The visual splendor and breathtaking imagination of “The Fall” made me actually dream of some of the scenes, an experience I rarely have. Reality and fantasy blur into a magical realism that so dazzles the eyes, it suggests a psychedelic otherworldly, perhaps drug-induced journey. This movie is a magical, mystery tour–”The Adventures of Baron von Munchausen” meets “The Imaginarium of Doctor Parnassus”.

“The Fall” (2008) is two movies in one–and I don’t mean the story within a story that grounds the mind-blowing imagery. I mean the visual story: the sumptuous fantasy world of 1920′s Los Angeles. Filmed in Fiji, Bali, Brazil, India, South Africa, and thirteen other countries, I could have viewed this movie on “mute” and still have loved it! Captivating scenes of a butterfly-shaped island; a warrior shot so full of arrows he falls backwards on them like a bed of nails; an Escher-like staircase to nowhere; costumes with lotus-shaped headdresses and fan-shaped veils; russet-colored mountains with Crest-toothpaste aquamarine skies I thought were colorized; faces that melt into the mountainside, with faint, lingering shadows of eyes.

Genius for the understatement works its magic from the opening scene and continues through close-ups of a little girl’s hands, her vulnerability and innocence revealed by soft, seemingly boneless fingers. Footage of a massive elephant swimming in the ocean, with the cameramen shooting from underneath causes cognitive dissonance. The elephant had to be “animatronic”, not a living, breathing mastodon-sized pachyderm. But I was so wrong. Astounding, mind-boggling scenes trick both the eye and the mind.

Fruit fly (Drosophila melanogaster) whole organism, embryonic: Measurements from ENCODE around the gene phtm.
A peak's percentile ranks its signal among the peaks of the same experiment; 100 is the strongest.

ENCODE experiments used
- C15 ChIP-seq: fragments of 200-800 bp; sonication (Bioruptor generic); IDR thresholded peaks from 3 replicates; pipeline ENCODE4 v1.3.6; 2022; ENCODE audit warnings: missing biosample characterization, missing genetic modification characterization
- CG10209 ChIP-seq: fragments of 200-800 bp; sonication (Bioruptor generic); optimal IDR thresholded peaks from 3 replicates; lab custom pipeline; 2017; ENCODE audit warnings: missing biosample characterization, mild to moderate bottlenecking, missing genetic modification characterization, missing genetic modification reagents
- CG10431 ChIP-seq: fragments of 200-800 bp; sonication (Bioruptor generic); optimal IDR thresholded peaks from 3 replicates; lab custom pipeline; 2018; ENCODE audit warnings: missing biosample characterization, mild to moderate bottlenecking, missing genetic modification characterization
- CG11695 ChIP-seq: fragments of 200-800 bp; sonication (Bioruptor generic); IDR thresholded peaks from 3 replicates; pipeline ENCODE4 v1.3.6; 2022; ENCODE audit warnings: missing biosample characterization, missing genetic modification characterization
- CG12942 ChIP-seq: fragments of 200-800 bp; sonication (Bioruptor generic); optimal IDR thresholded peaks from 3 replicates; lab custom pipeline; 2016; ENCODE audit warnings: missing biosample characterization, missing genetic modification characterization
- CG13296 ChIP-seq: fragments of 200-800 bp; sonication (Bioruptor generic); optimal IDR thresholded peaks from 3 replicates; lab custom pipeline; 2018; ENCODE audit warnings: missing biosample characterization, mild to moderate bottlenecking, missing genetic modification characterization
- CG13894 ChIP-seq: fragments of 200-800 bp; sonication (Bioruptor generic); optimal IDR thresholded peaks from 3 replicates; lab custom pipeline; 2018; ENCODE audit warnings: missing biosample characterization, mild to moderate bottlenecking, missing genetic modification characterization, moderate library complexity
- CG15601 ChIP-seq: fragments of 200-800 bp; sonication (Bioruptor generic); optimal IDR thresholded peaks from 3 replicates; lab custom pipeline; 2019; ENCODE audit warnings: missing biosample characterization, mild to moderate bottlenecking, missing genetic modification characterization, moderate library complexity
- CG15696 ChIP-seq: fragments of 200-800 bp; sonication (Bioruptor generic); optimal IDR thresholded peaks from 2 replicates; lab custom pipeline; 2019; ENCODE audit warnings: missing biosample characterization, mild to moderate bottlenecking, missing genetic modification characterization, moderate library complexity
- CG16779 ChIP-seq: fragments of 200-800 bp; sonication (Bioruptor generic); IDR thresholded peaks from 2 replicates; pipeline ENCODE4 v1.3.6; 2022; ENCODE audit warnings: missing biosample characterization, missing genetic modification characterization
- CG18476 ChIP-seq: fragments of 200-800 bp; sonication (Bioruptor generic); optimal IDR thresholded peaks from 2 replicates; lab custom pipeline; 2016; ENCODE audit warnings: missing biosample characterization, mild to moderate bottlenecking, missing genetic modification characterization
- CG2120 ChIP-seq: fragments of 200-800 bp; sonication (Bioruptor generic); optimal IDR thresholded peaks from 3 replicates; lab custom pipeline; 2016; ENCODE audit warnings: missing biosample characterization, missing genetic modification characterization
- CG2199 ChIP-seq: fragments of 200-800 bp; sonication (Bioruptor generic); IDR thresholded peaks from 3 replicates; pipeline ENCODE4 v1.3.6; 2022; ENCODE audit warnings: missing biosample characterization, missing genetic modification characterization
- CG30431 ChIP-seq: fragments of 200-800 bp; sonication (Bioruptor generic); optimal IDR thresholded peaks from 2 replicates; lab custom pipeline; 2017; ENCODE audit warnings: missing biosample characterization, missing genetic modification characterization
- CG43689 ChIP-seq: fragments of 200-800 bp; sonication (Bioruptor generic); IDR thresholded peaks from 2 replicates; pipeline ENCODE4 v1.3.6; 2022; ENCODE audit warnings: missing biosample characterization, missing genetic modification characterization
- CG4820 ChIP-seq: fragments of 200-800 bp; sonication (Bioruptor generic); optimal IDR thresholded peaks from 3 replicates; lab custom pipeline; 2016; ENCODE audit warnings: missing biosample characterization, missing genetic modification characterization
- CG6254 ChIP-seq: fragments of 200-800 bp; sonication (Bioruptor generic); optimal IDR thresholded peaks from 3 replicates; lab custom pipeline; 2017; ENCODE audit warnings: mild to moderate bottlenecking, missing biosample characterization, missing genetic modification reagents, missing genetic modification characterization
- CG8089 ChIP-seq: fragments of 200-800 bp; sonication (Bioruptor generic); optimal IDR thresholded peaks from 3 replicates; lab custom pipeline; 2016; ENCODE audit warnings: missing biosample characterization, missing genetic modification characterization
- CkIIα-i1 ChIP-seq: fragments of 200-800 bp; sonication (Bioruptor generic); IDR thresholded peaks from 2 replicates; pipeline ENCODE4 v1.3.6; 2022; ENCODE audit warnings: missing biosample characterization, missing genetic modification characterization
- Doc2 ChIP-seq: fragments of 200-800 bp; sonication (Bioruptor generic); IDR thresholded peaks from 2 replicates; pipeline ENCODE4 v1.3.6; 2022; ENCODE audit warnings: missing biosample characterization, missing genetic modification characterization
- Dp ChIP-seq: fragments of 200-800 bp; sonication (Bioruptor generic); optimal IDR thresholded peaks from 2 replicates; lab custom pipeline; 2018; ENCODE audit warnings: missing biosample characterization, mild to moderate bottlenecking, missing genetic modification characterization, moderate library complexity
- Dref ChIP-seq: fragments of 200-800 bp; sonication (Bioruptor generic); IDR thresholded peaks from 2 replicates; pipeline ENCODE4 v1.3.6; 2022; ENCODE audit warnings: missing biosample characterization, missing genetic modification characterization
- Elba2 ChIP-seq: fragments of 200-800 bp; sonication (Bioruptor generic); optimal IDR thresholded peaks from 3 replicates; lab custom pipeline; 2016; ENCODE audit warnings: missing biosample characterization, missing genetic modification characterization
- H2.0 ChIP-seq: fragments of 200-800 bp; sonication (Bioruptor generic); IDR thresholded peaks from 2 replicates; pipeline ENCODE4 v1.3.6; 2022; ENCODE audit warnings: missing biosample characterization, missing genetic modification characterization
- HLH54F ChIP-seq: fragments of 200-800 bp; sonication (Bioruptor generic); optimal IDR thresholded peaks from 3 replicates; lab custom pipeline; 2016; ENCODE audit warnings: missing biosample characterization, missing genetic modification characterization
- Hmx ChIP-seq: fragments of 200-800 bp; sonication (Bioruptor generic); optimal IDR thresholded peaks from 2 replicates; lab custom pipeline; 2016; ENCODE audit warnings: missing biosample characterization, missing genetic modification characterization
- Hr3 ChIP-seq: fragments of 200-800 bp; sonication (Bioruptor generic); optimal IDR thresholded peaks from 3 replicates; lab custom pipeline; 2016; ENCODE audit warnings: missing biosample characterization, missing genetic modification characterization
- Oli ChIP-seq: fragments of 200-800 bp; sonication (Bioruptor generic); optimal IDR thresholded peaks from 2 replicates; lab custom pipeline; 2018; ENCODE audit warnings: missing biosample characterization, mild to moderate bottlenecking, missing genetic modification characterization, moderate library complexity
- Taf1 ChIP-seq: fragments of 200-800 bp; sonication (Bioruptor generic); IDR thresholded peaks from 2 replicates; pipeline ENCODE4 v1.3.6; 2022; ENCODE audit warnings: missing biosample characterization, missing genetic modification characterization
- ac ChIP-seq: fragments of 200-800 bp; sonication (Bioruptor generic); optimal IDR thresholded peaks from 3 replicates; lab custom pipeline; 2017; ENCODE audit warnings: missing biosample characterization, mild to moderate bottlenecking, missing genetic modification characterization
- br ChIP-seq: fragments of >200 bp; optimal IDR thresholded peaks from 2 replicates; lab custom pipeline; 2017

But there is also an epic story to tell. Languishing in a hospital, stuntman Roy Walker (played by newcomer Lee Pace) is grievously injured from jumping off a bridge onto a horse far below. Not only is his body broken, but also his heart. To entertain the little girl Alexandra (the unforgettable Catinca Untaru, a six-year old with a soft whisper of a Romanian accent), Roy tells a fantastical tale of heroes, warriors, and a princess in scenes conjuring “A Thousand and One Arabian Nights”. However, his ulterior motive is not to entertain a little girl in a body cast, but to coax her to steal morphine so he can “sleep”. A free-fall feast for the eyes, Roy’s drug-induced stupor is recreated by the stunning imagery of the tale-within-the-tale. Alexandra’s imagination becomes the catalyst for Roy’s story, and her purity and innocence ultimately overpower him. Roy is her perfect storyteller, she is his perfect listener, and together they imagine a new world–one of beauty and art…and heal.

Catinca Untaru is the heart and soul of this movie! She is so natural as the wide-eyed innocent child, I thought her dialogue was unscripted. Only the out-takes convinced me otherwise. Colin Watkinson, the cinematographer, in some sense shares the director role with Tarsem Singh because his portraits of art in motion are a parallel universe as addicting as the morphine that Roy craves. “The Fall” is, above all, visual storytelling. Without Wilkinson’s evocative visual effects, the narrative would not have flourished.

Unfortunately, due to delayed and poor distribution, “The Fall” did not reach the wider audience it deserves. With less than $4 million worldwide in gross receipts, this is a gross injustice! Treat yourself to this cinematic work of art and relish in its marvel and splendor!

View the trailer